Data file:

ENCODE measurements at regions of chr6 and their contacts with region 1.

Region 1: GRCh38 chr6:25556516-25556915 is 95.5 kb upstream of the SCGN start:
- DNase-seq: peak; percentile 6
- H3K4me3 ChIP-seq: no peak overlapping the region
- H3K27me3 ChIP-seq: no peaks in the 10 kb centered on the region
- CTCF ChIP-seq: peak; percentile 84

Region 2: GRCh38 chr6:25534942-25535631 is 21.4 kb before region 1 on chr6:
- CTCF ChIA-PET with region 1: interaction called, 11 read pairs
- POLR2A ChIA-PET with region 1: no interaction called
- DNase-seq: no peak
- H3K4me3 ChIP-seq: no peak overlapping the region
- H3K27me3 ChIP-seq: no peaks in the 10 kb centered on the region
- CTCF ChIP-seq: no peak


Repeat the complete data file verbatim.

ENCODE measurements at regions of chr6 and their contacts with region 1.

Region 1: GRCh38 chr6:25556516-25556915 is 95.5 kb upstream of the SCGN start:
- DNase-seq: peak; percentile 6
- H3K4me3 ChIP-seq: no peak overlapping the region
- H3K27me3 ChIP-seq: no peaks in the 10 kb centered on the region
- CTCF ChIP-seq: peak; percentile 84

Region 2: GRCh38 chr6:25534942-25535631 is 21.4 kb before region 1 on chr6:
- CTCF ChIA-PET with region 1: interaction called, 11 read pairs
- POLR2A ChIA-PET with region 1: no interaction called
- DNase-seq: no peak
- H3K4me3 ChIP-seq: no peak overlapping the region
- H3K27me3 ChIP-seq: no peaks in the 10 kb centered on the region
- CTCF ChIP-seq: no peak